• It guarantees that I will work on it and not put it on the back burner while I try to plan some Pinterest worthy lesson. 

Skill Trek helps me teach my kids, special needs or not, basic life skills as well as skills I would not have thought to teach them (like how to change a windshield wiper.) 

 

It doesn’t matter how you teach life skills to your special needs kids; it only matters that you do teach them. The benefits far outweigh the tediousness, the inconvenience, or the aggravation.

 

 


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By Mary Winfield


You have heard about Temple Grandin, right? If not, study up! She is amazing. During a time where children with autism were institutionalized, her mother refused to give up on her even when doctors told her Temple would never speak or function independently.

Because of her mother’s persistence, Temple now has her Ph.D in Animal Sciences and works world-wide doing autism advocacy. If you want to learn more about her life, HBO did an excellent movie (it is also free to watch on Amazon Prime). She has written several books, but the one I read most recently is called The Loving Push with Debra Moore as her co-author.

This entire book is dedicated to helping parents help their children with high functioning autism learn to become independent and successful adults. There is so much good information in this book, I highly encourage parents of teens or pre-teens to read it. It discusses dealing with depression in teens with autism and dealing with video game addictions. It also talks about preparing teenagers to drive. It follows several different families with their experiences and lessons.

The part of the book that I want to focus on in this article is preparing teenagers for their post high school lives. In, The Loving Push, they interviewed a college professor who had worked with many different students on the spectrum, and he gave 4 areas where he sees the most struggle when students come to his college: household and personal care, using independent organizational aids, asking for help, and keeping a stable mood.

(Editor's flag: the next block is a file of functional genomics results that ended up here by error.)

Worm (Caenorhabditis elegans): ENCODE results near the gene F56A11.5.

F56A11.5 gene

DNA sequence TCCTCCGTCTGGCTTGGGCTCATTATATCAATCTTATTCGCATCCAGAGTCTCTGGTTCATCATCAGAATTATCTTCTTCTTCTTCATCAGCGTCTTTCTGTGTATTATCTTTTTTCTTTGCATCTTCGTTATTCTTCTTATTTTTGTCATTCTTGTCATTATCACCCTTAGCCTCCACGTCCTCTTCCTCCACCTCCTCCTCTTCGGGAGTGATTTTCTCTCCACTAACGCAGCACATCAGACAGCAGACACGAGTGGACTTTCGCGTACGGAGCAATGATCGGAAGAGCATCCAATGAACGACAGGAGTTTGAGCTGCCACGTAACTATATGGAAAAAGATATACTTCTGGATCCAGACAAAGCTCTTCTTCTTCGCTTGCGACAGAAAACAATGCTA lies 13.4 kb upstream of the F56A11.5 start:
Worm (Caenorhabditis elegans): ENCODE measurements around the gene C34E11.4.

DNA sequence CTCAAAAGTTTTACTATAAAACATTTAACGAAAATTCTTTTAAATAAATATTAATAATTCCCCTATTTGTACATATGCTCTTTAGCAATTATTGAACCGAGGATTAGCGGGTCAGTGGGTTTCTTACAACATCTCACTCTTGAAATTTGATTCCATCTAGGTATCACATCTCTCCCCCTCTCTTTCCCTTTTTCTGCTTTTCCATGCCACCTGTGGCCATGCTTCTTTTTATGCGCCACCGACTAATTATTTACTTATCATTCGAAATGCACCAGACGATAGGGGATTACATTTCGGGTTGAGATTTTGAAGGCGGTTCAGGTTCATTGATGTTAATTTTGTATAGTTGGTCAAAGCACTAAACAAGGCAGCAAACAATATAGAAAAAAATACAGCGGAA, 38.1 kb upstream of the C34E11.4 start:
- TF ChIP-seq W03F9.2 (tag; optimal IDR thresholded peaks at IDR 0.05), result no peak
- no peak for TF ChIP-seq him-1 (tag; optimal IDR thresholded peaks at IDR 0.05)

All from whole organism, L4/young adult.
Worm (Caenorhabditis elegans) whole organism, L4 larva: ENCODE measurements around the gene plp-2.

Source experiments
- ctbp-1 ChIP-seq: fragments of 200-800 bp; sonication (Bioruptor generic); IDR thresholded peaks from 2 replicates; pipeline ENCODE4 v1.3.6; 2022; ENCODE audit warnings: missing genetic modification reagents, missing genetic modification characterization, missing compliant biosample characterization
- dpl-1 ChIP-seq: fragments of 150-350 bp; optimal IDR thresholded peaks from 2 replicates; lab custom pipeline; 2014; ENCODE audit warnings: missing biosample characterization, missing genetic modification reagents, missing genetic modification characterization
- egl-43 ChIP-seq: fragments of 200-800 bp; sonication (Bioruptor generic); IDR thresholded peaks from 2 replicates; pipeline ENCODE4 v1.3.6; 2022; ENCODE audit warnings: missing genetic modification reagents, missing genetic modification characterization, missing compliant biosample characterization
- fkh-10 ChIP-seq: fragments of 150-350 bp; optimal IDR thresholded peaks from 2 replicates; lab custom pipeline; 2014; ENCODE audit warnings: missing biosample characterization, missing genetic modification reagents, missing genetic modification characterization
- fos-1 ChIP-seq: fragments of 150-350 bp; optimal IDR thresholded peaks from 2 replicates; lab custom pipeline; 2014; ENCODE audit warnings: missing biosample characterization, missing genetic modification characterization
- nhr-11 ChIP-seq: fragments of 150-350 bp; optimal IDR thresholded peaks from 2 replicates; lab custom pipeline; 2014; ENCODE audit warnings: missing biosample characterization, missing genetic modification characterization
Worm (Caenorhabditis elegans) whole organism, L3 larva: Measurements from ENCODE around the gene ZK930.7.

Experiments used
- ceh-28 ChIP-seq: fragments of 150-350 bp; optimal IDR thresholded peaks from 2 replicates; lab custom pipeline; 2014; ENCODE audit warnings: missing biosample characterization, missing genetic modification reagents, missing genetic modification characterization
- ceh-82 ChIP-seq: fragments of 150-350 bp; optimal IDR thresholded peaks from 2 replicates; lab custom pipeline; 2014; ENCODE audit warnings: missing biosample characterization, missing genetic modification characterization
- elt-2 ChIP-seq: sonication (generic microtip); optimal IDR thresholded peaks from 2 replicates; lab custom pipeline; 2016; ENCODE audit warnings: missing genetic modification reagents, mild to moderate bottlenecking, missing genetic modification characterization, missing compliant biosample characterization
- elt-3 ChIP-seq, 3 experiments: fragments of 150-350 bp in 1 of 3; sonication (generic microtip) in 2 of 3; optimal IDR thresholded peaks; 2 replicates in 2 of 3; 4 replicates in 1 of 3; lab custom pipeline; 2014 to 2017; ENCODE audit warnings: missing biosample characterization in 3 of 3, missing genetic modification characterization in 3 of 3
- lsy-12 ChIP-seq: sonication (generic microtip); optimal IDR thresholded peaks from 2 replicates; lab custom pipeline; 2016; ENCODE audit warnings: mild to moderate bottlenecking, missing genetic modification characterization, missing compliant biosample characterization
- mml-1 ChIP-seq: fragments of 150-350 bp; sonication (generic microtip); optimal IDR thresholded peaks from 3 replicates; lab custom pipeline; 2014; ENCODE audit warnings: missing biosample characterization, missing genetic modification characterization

Household and Personal Care
The professor reference in the book The Loving Push said that most of these teens do fine with household chores and personal care when they are at home because their parent reminds them. Their parent will tell them it is time to shower, but then doesn’t teach them how often they need to shower or teach them to look for signs of dirty/sweaty skin, greasy hair, or body odor as indicators that they need to shower. Teaching them how often to shower (and giving them examples of when to shower more frequently ex: if you are involved in sports or physical exercise) will help them be able to duplicate it on their own. 

The same goes for household chores. They may not notice when something needs to be done, but explaining things to look for or even telling them how often chores are typically done will give them concrete guidelines to follow on their own.

Independent Organizational Aids
Sometimes we try to teach too many things at once. Stepping back and thinking about a lesson’s goal and focusing on the goal instead of trying to group multiple skills will help a child learn quicker. Sometimes we may just need to focus on making a list of things to do and how to decide what to do next.